A floor plan is a type of drawing that provides a two-dimensional, bird’s-eye view of a room or building. Stylized floor plan symbols help architects and builders understand the space’s layout and where lighting, appliances, or furniture may go. In addition to guiding construction, these drawings offer the best way for homeowners or potential buyers to visualize a space before it is finished (or furnished).
When you think of a floor plan, you may think of a blueprint. While the concepts are related, they are not identical. A floor plan is included in a blueprint, but shows only one angle of a building. A set of construction blueprints contain many other architectural drawings needed for accurate building, such as schematic plans for electrical needs with a unique set of electrical symbols and detailed plumbing layouts, which include specific plumbing symbols.
In this guide, we explain what floor plan symbols are, types of floor plan symbols, floor plan abbreviations, and why they are important.
Table of Contents
- What Are Floor Plan Symbols?
- Types of Floor Plan Symbols
- Floor Plan Abbreviations
- Why Are Floor Plans Used in Construction?
What Are Floor Plan Symbols?
Floor plan symbols represent the size and location of structural elements like walls, doors, windows, and stairs, as well as mechanical elements like plumbing and HVAC systems. You’ll also see floor plan symbols representing built-in interior design elements, such as appliances, cabinets, counters, and even the kitchen sink.
Types of Floor Plan Symbols
Floor plan symbols act as their own language so that everyone involved has a shared understanding of the drawings. While different building companies or specialties may have slight variations, the following standard symbols are common.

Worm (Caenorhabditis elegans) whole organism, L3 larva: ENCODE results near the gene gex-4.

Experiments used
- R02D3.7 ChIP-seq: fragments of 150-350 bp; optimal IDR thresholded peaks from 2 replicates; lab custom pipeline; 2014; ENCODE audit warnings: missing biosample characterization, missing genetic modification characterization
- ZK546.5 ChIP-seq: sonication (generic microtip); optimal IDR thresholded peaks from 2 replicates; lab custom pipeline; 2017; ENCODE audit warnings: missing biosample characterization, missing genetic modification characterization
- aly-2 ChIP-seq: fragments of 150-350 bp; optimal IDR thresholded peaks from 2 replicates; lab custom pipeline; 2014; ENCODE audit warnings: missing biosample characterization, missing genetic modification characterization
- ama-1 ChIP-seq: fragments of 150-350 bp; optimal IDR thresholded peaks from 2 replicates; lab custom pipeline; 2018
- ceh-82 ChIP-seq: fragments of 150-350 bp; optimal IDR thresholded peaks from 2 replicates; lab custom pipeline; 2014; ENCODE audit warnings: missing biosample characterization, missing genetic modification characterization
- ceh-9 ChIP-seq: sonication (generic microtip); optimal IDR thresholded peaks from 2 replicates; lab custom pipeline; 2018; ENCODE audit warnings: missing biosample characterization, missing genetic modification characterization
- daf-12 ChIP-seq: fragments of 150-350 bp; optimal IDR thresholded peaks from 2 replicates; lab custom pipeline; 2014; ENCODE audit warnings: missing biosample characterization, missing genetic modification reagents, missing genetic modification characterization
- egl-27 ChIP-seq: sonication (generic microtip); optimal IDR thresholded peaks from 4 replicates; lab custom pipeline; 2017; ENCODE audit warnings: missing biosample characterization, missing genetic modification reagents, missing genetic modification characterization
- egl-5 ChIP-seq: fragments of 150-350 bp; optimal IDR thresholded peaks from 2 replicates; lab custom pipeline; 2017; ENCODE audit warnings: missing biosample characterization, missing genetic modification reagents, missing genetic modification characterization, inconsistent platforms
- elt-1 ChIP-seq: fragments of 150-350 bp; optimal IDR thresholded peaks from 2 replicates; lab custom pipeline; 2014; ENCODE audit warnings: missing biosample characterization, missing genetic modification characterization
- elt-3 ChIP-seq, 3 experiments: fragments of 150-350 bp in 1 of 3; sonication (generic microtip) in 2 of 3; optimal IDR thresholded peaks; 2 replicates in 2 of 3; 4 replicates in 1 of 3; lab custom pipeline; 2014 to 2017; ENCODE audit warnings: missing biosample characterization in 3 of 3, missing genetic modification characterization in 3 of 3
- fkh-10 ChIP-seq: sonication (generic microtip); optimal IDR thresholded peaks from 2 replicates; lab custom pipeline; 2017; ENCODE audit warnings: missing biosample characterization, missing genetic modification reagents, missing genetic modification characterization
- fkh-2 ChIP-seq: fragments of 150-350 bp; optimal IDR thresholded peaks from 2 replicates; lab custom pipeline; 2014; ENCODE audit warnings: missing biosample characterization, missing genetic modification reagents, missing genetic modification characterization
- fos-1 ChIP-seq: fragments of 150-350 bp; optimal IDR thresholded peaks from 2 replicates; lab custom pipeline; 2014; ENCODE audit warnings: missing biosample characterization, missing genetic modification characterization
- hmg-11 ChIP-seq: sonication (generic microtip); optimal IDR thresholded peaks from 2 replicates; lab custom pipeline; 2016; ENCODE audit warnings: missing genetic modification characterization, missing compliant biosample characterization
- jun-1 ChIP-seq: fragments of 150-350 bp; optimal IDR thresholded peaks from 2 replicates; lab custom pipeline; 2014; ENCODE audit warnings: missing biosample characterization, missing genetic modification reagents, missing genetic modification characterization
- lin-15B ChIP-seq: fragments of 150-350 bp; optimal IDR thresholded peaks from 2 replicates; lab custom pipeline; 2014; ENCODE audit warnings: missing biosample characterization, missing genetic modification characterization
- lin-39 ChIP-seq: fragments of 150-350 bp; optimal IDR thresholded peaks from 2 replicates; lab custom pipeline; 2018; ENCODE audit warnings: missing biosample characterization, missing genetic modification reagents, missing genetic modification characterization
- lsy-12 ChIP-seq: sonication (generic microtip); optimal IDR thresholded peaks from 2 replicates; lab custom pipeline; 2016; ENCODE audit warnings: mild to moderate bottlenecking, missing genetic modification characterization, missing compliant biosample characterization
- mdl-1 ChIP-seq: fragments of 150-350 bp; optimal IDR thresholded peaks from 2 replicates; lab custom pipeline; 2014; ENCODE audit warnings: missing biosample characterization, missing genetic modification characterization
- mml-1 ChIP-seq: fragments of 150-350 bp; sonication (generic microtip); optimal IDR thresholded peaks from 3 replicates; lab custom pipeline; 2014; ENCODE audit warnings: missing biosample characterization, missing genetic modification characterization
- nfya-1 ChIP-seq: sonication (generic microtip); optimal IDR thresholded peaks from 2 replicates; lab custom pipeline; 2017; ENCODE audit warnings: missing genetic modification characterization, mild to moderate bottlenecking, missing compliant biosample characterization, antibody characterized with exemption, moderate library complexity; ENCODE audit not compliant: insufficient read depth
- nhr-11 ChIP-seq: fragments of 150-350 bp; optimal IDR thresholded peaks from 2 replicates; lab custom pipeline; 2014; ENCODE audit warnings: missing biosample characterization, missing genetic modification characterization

Each floor plan should include a legend to help you interpret the symbols used and a north arrow to help you orient the floor plan to the property.
Walls form the primary outlines of any floor plan and are typically indicated by parallel lines. While not always the case, thicker black outlines often represent exterior walls and thinner lines may represent interior walls. Some floor plans also include patterns to indicate construction materials like brick, concrete, or lumber, as well as finishing materials like metal, hardwood, plywood, or tile.
Door symbols identify where a door will go in a structure and which direction it will open: inward, outward, or sliding, for example. This information can help homeowners and interior designers plan to furnish and decorate a room and help builders install doors properly.
Floor plans show doors as breaks in a wall, often with a curved line indicating which way the door will swing. The symbols may look different depending on the door’s form and function. For example, sliding doors may appear as smaller rectangles in the gap with an arrow pointing which direction they will slide. Bifold doors (often used on closets) may look like two angled peaks with an opening between them. While all doors require framing, some doors, like pocket doors, require unique elements for installation. So accurate floor plans help ensure that installation progresses smoothly.
Similar to door symbols, window symbols identify the location and type of windows that go in a structure. Windows typically appear as thin rectangles in the wall, with additional lines indicating different window designs.